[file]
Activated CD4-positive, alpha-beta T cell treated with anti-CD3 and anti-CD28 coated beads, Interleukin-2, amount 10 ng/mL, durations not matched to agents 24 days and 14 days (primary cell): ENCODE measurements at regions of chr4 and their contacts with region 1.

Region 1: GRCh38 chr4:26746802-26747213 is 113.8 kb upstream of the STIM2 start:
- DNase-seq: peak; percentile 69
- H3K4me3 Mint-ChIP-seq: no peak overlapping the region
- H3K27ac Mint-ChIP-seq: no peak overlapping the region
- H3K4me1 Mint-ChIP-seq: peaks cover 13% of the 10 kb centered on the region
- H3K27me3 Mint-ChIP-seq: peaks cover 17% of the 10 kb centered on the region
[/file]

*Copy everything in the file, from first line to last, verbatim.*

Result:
Activated CD4-positive, alpha-beta T cell treated with anti-CD3 and anti-CD28 coated beads, Interleukin-2, amount 10 ng/mL, durations not matched to agents 24 days and 14 days (primary cell): ENCODE measurements at regions of chr4 and their contacts with region 1.

Region 1: GRCh38 chr4:26746802-26747213 is 113.8 kb upstream of the STIM2 start:
- DNase-seq: peak; percentile 69
- H3K4me3 Mint-ChIP-seq: no peak overlapping the region
- H3K27ac Mint-ChIP-seq: no peak overlapping the region
- H3K4me1 Mint-ChIP-seq: peaks cover 13% of the 10 kb centered on the region
- H3K27me3 Mint-ChIP-seq: peaks cover 17% of the 10 kb centered on the region